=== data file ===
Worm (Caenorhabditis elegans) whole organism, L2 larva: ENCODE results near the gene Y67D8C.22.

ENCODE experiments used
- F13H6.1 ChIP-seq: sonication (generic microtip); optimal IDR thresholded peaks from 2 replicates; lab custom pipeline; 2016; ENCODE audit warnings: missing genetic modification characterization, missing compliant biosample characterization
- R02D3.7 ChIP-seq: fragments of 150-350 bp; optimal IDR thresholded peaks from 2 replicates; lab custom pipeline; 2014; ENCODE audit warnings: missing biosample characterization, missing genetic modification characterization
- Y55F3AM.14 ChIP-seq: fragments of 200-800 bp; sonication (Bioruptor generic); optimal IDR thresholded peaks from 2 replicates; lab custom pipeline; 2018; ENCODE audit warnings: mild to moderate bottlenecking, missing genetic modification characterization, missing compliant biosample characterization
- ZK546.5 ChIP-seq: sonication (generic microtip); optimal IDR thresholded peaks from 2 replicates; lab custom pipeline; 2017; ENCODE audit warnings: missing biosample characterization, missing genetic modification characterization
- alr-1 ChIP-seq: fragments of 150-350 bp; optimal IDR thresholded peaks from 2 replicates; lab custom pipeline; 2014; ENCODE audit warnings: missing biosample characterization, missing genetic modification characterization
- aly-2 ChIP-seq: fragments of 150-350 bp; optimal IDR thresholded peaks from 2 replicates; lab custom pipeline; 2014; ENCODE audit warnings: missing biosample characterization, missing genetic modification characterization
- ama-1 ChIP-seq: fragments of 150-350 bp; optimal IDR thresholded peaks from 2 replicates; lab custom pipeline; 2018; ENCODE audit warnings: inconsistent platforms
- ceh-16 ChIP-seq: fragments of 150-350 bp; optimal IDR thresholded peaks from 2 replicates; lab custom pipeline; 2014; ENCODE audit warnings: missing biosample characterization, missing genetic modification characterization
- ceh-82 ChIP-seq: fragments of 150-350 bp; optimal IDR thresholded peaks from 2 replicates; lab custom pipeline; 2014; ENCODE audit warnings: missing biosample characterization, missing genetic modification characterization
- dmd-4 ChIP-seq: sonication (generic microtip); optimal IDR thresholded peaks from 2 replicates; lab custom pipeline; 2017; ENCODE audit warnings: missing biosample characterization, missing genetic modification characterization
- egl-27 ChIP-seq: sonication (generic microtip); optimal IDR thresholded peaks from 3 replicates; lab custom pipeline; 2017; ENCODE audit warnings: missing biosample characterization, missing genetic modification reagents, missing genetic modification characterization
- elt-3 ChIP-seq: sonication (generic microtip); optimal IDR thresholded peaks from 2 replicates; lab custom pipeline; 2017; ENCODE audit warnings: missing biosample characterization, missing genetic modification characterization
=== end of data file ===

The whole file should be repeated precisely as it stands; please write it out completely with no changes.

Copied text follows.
Worm (Caenorhabditis elegans) whole organism, L2 larva: ENCODE results near the gene Y67D8C.22.

ENCODE experiments used
- F13H6.1 ChIP-seq: sonication (generic microtip); optimal IDR thresholded peaks from 2 replicates; lab custom pipeline; 2016; ENCODE audit warnings: missing genetic modification characterization, missing compliant biosample characterization
- R02D3.7 ChIP-seq: fragments of 150-350 bp; optimal IDR thresholded peaks from 2 replicates; lab custom pipeline; 2014; ENCODE audit warnings: missing biosample characterization, missing genetic modification characterization
- Y55F3AM.14 ChIP-seq: fragments of 200-800 bp; sonication (Bioruptor generic); optimal IDR thresholded peaks from 2 replicates; lab custom pipeline; 2018; ENCODE audit warnings: mild to moderate bottlenecking, missing genetic modification characterization, missing compliant biosample characterization
- ZK546.5 ChIP-seq: sonication (generic microtip); optimal IDR thresholded peaks from 2 replicates; lab custom pipeline; 2017; ENCODE audit warnings: missing biosample characterization, missing genetic modification characterization
- alr-1 ChIP-seq: fragments of 150-350 bp; optimal IDR thresholded peaks from 2 replicates; lab custom pipeline; 2014; ENCODE audit warnings: missing biosample characterization, missing genetic modification characterization
- aly-2 ChIP-seq: fragments of 150-350 bp; optimal IDR thresholded peaks from 2 replicates; lab custom pipeline; 2014; ENCODE audit warnings: missing biosample characterization, missing genetic modification characterization
- ama-1 ChIP-seq: fragments of 150-350 bp; optimal IDR thresholded peaks from 2 replicates; lab custom pipeline; 2018; ENCODE audit warnings: inconsistent platforms
- ceh-16 ChIP-seq: fragments of 150-350 bp; optimal IDR thresholded peaks from 2 replicates; lab custom pipeline; 2014; ENCODE audit warnings: missing biosample characterization, missing genetic modification characterization
- ceh-82 ChIP-seq: fragments of 150-350 bp; optimal IDR thresholded peaks from 2 replicates; lab custom pipeline; 2014; ENCODE audit warnings: missing biosample characterization, missing genetic modification characterization
- dmd-4 ChIP-seq: sonication (generic microtip); optimal IDR thresholded peaks from 2 replicates; lab custom pipeline; 2017; ENCODE audit warnings: missing biosample characterization, missing genetic modification characterization
- egl-27 ChIP-seq: sonication (generic microtip); optimal IDR thresholded peaks from 3 replicates; lab custom pipeline; 2017; ENCODE audit warnings: missing biosample characterization, missing genetic modification reagents, missing genetic modification characterization
- elt-3 ChIP-seq: sonication (generic microtip); optimal IDR thresholded peaks from 2 replicates; lab custom pipeline; 2017; ENCODE audit warnings: missing biosample characterization, missing genetic modification characterization